Mayim Bialik: I think the ultimate message is that for those that want to have a natural birth; there are ways to do it successfully and healthily. It is beneficial to the mother and the baby. I refuse to give in to a set of beliefs that makes women afraid of their bodies and birth. I have been very open about our birth stories; my first son was born in a hospital after a weekend of labor at home, but I didn’t use any pain medication and my second son was born at home unassisted until pushing, with my almost 3-year-old watching the whole thing from his highchair. It has been documented that most births can proceed successfully if left uninterrupted and without medical “interventions” — but you need to be surrounded by a community that understands that birth doesn’t progress a centimeter an hour. That’s not normal nor has it ever been.

CBS: How did you manage your PhD studies with newborns/sleep deprivation?

MB: I had my first son when I was done with my coursework, so by the time he was born; I was in the data collection phase of my graduate work and could be with him all the time. I’m still sleep deprived (I am still nursing my younger son 4-6 times a night), but I have the support of women who help me manage to get my head around this new way of life through support groups such as La Leche League. It’s when we fight, get angry or become resentful about the lack of sleep that we “can’t function.”

CBS: What is your best advice to new moms who are struggling with breastfeeding? Do you believe that some people just aren’t ‘cut out’ for breastfeeding?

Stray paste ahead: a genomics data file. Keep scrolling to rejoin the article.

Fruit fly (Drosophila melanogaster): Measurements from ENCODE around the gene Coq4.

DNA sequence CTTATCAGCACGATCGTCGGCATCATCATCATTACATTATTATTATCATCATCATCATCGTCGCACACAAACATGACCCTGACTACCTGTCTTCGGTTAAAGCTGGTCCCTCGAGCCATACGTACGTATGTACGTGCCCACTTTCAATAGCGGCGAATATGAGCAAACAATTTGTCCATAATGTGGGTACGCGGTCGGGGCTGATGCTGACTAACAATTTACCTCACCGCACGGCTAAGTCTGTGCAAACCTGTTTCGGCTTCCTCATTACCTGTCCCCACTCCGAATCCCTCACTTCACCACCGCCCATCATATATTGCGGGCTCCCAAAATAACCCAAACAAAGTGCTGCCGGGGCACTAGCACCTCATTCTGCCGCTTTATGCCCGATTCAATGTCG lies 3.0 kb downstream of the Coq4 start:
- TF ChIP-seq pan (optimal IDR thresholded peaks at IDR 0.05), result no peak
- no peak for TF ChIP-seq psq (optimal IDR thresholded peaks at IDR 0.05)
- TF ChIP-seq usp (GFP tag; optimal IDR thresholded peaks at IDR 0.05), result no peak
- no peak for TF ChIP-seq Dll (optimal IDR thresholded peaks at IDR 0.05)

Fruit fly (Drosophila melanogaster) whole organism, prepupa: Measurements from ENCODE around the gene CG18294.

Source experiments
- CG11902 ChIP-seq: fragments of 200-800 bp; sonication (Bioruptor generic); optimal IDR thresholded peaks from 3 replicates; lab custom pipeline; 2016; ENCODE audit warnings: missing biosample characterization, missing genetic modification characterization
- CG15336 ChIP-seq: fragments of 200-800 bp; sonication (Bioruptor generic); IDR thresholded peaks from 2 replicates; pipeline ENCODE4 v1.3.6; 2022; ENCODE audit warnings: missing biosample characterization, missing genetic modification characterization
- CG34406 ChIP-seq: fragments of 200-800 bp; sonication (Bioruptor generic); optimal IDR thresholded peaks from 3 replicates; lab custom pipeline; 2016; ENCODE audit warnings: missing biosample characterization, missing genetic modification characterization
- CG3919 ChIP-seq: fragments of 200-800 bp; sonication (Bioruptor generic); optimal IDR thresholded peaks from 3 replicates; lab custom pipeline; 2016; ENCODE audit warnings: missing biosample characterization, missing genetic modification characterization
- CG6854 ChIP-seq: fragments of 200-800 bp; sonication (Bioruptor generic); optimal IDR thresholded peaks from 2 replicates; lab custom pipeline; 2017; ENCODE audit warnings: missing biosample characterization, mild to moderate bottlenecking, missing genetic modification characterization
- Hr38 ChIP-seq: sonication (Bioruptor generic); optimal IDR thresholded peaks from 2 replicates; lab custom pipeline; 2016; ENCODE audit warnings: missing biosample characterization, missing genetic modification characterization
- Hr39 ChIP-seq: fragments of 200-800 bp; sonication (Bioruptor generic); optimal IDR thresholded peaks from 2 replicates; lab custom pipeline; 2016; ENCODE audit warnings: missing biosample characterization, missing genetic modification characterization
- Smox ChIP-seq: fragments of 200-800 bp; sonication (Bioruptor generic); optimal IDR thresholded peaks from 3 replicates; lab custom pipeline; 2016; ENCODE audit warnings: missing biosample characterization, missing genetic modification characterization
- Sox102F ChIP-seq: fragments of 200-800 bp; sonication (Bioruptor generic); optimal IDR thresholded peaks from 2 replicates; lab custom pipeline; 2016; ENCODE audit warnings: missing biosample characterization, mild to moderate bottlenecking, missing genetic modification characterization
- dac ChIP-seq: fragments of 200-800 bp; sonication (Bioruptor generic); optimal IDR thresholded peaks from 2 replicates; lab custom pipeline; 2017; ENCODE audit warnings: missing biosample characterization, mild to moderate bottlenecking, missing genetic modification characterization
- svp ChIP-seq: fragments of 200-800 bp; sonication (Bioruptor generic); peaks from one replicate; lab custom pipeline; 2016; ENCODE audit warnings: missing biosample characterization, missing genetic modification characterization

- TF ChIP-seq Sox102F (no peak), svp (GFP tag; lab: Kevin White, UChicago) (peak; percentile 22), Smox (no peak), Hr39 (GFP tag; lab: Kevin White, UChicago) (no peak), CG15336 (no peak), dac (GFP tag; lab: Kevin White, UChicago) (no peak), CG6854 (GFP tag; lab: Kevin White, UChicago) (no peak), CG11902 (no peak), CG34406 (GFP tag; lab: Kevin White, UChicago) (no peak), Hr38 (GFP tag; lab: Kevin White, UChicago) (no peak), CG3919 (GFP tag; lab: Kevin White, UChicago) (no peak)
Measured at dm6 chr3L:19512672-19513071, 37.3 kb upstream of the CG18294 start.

MB: Barring extremely rare genetic conditions, 99 percent of all women can successfully breastfeed if they are given the proper education and resources to do so. Can some women not tolerate the challenges breastfeeding sometimes presents? Yes. But, it’s not for me to tell them to do so if they choose not to pursue it further. We all do the best we can with the support and resources and education we have.

CBS: How do you manage motherhood and career?

MB: I have a husband who’s completely dedicated and committed to being with our kids while I’m at work. I pump when I am away from my son, and I give my boys all of my time as their caregiver when I am home.

CBS: Do you want your kids to enter showbiz? Why or why not? Why do you think so many child stars have struggled?

MB: I don’t think show business is compatible with our lifestyle and our kids. They don’t have the personality for it really- they don’t smile on command; they’re very shy. I think the reason why some child stars struggle, or have struggled is because mental illness is pervasive in our society whether you’re in show business or you’re not.

CBS: How do you and your hubby keep the romance going, do you have special date nights?

MB: We don’t use a nanny or babysitters (laughs) we haven’t had a date in 5 years! Our time together is when they go to sleep; that’s why they go to bed at 6p.m.!

CBS: We love you on “Big Bang Theory” and recently read that you said it was the most challenging sitcom you had worked on. Please explain.
MB: “Big Bang” is a show where they keep you guessing. They play with the lines until the very last minute. It’s a very creative, keep-you-on-your-toes sort of set.

CBS: Any other upcoming projects you’d like to share with us?